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One God, One Lord

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With the death of my friend and mentor, Larry Hurtado, on November 25, 2019, I thought I’d take an occasion to re-read and blog about his classic book, One God, One Lord: Early Christian Devotion and Ancient Jewish Monotheism. It has been published in its 3rd edition recently by Bloomsbury T. & T. Clark, as a part of its Cornerstones Series.  When I visited Larry in early October, he gave me a copy and signed it “for David, trusted friend, Larry.”  With his passing it is a hallowed possession. larry-hurtado1

The preface to the 3rd edition of the book is brief (one page), dated to 2015.  Larry acknowledged his gratitude that the book was still being read and cited so many years after its initial publication in 1988, about the time I met him.  The publisher made the decision to re-typeset the book but they placed in the margins the original page numbers so it would be easy to compare to the original.  The third edition has an extensive epilogue (30 + pages) which situated ONEGOD, as it was affectionately known among insiders, in Hurtado’s larger research agenda.  Otherwise the text of the book remained the same.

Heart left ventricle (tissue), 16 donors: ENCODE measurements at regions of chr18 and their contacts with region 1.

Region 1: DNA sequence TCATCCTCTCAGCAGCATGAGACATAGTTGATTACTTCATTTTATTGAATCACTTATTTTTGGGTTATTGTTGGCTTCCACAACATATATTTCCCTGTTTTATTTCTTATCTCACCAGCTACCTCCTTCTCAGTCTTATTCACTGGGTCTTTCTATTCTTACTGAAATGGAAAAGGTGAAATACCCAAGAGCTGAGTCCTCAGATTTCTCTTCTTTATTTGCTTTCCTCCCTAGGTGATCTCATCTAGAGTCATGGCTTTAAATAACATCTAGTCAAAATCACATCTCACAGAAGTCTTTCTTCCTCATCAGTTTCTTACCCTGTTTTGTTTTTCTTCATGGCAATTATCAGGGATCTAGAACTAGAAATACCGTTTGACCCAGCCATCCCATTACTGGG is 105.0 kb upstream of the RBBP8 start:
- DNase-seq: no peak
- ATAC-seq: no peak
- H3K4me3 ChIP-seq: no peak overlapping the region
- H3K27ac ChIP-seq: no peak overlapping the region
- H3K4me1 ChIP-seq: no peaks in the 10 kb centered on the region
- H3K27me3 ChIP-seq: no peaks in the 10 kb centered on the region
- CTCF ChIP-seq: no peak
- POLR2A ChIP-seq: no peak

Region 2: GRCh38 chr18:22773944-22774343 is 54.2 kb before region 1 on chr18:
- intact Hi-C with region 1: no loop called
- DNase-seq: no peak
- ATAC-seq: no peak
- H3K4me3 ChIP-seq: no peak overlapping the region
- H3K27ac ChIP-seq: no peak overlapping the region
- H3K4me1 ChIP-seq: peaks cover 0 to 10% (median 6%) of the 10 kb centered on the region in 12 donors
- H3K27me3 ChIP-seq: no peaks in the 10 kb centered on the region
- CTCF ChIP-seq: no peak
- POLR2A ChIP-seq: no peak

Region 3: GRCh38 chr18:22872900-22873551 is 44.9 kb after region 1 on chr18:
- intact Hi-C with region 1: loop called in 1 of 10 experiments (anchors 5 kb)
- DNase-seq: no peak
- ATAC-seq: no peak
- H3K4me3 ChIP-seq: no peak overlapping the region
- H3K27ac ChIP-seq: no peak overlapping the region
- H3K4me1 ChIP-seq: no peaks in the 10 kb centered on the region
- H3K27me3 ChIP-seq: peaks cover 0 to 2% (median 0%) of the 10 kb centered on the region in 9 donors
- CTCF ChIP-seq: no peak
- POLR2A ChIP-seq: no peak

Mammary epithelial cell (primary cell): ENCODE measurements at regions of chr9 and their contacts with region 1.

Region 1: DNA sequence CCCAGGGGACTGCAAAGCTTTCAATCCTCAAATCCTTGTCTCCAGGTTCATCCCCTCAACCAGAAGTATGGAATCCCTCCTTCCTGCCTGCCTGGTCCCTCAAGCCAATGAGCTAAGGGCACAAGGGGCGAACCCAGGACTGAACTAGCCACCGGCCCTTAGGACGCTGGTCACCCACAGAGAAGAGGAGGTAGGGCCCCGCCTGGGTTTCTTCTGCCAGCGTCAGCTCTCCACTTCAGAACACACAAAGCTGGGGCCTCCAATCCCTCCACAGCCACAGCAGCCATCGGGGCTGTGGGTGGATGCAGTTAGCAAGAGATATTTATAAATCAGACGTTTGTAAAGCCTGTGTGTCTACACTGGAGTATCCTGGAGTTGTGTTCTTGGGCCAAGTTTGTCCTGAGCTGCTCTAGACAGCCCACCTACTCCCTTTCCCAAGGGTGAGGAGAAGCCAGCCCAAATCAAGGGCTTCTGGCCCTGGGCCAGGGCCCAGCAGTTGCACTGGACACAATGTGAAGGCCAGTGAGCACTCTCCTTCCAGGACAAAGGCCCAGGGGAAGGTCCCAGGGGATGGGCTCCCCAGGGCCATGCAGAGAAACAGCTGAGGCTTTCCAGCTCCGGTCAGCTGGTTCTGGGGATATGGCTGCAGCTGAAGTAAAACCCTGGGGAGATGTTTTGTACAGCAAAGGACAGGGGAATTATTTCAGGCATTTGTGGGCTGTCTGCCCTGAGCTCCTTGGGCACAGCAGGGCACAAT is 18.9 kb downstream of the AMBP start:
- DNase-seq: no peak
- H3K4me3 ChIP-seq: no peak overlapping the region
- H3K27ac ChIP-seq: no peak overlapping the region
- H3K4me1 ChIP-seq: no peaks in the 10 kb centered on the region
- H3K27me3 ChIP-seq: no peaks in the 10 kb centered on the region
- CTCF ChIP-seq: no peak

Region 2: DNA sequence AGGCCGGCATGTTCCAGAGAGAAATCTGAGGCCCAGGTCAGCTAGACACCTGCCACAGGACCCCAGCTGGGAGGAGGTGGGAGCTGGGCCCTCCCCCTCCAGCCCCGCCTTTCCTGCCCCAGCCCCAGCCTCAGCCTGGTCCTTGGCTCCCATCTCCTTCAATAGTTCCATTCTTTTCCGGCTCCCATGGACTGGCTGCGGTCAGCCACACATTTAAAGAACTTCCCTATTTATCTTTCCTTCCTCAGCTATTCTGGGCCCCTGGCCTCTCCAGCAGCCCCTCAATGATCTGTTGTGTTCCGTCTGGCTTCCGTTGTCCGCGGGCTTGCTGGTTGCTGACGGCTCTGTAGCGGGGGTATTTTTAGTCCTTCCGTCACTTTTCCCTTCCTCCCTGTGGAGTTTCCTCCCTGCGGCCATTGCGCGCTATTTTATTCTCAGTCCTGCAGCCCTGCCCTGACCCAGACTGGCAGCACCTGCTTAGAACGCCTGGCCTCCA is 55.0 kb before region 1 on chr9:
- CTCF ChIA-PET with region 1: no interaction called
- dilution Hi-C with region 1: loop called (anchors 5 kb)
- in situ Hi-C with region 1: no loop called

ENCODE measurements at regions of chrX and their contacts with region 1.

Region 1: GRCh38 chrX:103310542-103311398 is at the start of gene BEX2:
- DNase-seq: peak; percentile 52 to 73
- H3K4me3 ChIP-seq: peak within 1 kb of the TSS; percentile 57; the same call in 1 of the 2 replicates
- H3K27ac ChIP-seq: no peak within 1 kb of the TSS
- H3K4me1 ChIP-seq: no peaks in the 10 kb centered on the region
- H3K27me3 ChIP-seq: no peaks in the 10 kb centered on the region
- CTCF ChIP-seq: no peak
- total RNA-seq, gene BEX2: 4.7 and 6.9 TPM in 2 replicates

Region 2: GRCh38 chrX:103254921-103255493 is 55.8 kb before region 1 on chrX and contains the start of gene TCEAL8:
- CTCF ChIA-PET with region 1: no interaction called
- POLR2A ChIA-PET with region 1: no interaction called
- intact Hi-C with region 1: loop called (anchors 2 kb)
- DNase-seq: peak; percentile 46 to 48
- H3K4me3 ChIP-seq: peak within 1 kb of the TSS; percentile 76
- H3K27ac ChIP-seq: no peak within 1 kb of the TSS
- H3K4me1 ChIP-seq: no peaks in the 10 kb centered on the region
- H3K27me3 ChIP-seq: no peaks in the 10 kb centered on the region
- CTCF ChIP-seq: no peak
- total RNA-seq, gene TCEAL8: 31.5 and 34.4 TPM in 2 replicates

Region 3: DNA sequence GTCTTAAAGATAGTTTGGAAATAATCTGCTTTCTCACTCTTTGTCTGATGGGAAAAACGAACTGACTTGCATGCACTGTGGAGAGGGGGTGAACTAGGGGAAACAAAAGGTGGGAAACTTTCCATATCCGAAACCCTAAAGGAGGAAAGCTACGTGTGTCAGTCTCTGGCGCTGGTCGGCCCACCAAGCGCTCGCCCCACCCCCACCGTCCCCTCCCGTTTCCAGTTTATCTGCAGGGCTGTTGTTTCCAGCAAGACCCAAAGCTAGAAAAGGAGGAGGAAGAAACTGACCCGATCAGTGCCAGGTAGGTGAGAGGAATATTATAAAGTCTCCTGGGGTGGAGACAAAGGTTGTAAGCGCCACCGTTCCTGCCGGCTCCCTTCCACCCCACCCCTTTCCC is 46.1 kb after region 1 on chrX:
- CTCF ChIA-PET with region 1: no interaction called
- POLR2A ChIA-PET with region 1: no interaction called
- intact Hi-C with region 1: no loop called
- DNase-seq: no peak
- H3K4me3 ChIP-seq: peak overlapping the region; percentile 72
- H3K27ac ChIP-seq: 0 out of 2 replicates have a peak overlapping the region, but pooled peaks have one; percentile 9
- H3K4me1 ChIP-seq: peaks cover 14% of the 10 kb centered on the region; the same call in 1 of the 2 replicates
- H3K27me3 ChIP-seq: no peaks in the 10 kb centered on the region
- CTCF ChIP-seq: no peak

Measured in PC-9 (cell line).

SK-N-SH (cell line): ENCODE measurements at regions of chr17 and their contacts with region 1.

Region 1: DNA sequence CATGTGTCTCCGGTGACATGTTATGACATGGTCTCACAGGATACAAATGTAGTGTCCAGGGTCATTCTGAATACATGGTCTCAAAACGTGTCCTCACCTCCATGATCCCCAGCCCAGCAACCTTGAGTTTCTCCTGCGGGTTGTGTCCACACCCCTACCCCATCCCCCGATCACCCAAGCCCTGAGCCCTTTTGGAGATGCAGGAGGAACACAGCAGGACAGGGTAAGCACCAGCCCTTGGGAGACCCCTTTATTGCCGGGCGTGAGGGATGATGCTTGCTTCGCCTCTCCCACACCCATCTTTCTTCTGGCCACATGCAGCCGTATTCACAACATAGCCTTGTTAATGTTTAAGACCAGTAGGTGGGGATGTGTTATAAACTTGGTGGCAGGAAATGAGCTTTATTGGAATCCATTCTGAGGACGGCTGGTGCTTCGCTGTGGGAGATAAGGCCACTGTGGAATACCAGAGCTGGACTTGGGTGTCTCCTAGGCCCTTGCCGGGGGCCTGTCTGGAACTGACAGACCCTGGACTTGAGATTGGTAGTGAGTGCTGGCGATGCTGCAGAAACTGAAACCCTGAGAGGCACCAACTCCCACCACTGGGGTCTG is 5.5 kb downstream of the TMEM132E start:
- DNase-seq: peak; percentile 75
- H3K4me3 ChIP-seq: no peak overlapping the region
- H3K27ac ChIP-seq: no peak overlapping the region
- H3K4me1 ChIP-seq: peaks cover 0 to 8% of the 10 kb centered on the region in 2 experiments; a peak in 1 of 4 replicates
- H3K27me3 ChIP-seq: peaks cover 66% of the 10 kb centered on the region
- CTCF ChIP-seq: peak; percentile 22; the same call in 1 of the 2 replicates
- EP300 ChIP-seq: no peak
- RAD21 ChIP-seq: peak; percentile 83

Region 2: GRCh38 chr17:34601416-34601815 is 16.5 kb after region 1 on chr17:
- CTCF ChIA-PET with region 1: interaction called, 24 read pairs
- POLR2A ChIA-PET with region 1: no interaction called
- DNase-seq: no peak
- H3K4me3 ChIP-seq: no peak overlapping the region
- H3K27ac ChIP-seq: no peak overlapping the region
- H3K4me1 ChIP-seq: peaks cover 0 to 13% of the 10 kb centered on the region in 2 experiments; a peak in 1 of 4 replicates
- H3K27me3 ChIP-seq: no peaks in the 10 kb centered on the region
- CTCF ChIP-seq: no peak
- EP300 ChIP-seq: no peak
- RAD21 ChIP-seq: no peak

The preface to the 2nd edition (1998) offers some engagement with critics and advocates of the positions Hurtado maintains. Hurtado’s main project is to investigate the origins of religious devotion to Jesus.  This is a unique phenomenon of early Christianity and set it apart both from its Greco-Roman setting and its Jewish background.  Hurtado’s interests are primarily historical. In its 1998 edition Hurtodo did not think it necessary to revise the book because his critics had not persuaded him that his positions needed to be modified.  As is often the case, our dissenters help us sharpen our thinking through a body of evidence.

The book’s focus is the rise (again, in historical terms) of religious devotion to Jesus  in the first century.  At a rather early period (the letters of Paul) we see evidence that Christ was honored and reverenced in the same ways and using the same language of reverence to God.  His major question is: “How is the devotion given to Jesus in first-century Christianity like and unlike patterns of devotion in the Jewish religious background of the first believers?” Could Christ-devotion (a phrase Hurtado coined) have been shaped by conceptions and practices found in ancient Judaism? Where and how do we see Christ-devotion expressed?  Are there historical factors that brought it about?  If so, what are they and why?

For Hurtado, “Christ-devotion” was more than “Christology.”  It was not just beliefs about Jesus held by his earliest followers.  It involved questions about how Jesus might fit into the religious practices. How did Jesus figure into their devotion?  And in what ways could Jesus be considered as associated with, linked with, or identified with God?  These were Hurtado’s guiding concerns.

Martin Hengel said wisely in a blurb that with Hurtado’s book—and other books that followed—that we were witnessing a new Religionsgeschichtliche Schule (a history of religion school).  If there was a new school, then Hurtado must have been its dean.


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